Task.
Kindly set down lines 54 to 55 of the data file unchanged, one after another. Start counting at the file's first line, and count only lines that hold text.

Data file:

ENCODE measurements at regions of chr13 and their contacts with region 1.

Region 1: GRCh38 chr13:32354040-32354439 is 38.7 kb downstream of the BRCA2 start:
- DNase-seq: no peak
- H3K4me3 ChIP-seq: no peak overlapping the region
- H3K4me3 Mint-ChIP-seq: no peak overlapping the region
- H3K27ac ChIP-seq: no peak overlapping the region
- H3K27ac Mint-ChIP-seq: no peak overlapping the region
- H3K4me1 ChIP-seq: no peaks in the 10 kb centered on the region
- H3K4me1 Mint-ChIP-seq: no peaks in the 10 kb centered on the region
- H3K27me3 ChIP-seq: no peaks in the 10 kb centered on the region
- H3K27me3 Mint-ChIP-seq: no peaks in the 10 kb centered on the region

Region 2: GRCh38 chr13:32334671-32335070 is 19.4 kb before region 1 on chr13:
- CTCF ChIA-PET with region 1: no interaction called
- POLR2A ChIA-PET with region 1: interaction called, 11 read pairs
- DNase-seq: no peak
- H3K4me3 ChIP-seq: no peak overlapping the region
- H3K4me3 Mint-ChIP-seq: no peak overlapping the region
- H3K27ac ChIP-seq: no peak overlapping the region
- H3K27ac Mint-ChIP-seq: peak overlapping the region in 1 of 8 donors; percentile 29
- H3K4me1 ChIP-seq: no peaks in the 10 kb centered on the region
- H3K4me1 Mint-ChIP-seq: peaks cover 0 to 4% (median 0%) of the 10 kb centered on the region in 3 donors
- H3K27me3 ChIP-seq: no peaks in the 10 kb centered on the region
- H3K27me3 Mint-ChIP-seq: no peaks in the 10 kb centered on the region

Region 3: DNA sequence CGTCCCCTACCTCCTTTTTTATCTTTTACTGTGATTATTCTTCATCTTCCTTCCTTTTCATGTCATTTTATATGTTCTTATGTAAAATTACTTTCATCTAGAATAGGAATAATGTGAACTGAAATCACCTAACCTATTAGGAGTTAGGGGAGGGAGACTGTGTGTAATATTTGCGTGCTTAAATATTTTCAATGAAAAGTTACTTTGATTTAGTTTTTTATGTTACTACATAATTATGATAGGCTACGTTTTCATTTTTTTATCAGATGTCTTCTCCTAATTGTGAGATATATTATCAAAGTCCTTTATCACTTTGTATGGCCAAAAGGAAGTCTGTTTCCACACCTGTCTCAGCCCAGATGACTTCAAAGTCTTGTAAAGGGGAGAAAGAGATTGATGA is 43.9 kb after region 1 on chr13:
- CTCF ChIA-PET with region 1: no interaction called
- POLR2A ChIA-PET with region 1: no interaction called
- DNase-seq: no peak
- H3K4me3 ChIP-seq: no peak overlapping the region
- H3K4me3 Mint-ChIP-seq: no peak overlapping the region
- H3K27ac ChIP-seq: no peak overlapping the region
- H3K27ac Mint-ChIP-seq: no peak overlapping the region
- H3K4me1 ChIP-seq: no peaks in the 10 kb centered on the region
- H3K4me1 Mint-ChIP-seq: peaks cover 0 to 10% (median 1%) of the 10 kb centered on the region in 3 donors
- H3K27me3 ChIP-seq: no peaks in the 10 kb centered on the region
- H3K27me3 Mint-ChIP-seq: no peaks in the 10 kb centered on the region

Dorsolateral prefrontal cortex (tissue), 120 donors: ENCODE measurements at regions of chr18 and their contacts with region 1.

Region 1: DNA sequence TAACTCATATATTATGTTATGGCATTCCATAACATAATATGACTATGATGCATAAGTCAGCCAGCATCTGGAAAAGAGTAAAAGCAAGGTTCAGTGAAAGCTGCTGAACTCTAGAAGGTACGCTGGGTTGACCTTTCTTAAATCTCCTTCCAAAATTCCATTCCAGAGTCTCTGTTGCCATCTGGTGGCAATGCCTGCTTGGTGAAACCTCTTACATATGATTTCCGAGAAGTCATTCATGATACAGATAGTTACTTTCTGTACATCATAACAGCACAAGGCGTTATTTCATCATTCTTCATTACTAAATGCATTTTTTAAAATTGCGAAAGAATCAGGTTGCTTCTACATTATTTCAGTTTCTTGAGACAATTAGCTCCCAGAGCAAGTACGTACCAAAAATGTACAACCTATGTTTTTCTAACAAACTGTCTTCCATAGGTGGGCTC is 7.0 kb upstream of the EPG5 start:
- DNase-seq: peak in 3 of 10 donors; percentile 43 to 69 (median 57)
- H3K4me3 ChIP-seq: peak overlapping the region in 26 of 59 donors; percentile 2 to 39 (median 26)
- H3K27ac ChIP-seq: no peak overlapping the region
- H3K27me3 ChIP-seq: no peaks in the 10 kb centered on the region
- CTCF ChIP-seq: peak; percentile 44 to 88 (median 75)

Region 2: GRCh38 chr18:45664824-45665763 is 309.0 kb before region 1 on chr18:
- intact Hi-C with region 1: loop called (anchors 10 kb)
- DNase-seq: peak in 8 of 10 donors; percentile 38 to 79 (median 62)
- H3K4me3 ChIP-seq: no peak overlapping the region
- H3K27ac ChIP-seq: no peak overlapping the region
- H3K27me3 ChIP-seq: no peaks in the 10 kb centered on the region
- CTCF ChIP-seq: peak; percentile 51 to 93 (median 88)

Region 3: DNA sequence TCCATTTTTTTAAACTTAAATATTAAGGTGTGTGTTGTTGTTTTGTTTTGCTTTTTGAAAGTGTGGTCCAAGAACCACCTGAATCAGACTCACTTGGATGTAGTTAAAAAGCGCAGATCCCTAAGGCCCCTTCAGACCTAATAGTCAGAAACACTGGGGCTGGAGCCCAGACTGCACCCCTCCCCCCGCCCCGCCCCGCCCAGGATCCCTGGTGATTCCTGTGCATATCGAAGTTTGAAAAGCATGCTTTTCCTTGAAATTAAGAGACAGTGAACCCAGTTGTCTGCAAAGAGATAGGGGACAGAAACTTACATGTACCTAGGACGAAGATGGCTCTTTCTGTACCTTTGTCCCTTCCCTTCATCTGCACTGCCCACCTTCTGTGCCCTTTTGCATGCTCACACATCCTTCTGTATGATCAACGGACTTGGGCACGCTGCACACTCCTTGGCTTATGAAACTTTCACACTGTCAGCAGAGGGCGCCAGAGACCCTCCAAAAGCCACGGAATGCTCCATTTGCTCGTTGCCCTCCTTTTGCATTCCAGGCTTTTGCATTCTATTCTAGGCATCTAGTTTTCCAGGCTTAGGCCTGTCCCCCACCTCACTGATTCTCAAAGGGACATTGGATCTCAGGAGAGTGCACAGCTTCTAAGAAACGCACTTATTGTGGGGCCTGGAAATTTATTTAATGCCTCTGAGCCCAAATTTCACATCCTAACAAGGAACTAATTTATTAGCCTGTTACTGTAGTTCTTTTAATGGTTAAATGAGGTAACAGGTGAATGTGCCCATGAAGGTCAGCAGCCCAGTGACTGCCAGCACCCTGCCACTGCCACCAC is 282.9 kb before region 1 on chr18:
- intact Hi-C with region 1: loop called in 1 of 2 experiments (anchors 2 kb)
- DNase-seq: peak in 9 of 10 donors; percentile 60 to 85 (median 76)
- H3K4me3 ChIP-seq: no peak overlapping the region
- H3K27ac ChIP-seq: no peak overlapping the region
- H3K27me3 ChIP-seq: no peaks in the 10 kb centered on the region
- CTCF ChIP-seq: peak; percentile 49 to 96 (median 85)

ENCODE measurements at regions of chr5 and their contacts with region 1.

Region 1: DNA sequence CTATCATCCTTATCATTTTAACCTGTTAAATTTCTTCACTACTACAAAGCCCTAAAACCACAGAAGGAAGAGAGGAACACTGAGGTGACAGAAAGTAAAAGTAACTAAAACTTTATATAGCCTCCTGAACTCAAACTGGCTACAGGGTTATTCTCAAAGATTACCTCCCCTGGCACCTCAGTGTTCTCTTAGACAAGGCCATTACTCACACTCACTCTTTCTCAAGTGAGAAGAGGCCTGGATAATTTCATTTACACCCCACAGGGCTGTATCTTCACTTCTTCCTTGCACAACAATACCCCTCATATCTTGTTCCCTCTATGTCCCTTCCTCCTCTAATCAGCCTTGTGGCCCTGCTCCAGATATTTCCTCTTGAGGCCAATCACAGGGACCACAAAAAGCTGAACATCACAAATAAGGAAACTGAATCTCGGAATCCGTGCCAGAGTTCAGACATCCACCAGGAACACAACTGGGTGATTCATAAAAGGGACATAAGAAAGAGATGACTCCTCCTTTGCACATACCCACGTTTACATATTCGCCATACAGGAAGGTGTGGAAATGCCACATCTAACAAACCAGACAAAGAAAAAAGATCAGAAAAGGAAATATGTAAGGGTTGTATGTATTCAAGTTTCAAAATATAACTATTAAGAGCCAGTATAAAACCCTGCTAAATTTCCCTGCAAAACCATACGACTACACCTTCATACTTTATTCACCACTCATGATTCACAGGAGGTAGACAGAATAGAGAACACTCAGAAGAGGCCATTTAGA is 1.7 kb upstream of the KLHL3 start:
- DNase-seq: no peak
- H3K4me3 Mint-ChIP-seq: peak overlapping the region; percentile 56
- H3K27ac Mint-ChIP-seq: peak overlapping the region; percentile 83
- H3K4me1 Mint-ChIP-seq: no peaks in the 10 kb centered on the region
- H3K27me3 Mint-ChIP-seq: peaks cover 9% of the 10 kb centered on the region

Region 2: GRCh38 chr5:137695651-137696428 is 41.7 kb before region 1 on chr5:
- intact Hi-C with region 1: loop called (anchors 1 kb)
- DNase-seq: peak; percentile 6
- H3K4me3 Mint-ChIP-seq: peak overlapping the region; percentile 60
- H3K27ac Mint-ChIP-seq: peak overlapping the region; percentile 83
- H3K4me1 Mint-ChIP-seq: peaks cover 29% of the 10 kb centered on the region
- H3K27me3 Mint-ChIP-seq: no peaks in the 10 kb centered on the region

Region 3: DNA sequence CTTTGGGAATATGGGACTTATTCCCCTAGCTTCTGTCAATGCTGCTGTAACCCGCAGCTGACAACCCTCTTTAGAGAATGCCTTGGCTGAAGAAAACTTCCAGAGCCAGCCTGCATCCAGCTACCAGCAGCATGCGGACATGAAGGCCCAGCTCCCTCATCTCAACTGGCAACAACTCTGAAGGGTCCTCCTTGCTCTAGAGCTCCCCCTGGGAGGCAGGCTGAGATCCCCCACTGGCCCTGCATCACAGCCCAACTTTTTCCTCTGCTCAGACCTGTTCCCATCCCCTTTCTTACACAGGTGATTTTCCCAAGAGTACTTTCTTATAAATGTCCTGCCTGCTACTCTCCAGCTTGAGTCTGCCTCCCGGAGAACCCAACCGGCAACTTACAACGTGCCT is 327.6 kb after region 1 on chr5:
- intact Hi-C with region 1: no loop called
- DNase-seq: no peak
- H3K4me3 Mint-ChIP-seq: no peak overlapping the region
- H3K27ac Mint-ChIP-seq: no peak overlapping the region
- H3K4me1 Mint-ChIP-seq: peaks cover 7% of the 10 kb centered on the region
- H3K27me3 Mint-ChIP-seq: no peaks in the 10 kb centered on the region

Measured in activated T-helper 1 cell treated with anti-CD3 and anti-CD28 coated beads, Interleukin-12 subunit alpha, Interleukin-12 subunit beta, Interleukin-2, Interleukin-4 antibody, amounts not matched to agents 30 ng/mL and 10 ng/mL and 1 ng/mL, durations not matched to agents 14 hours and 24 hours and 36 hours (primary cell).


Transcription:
- H3K27ac ChIP-seq: no peak overlapping the region
- H3K27me3 ChIP-seq: no peaks in the 10 kb centered on the region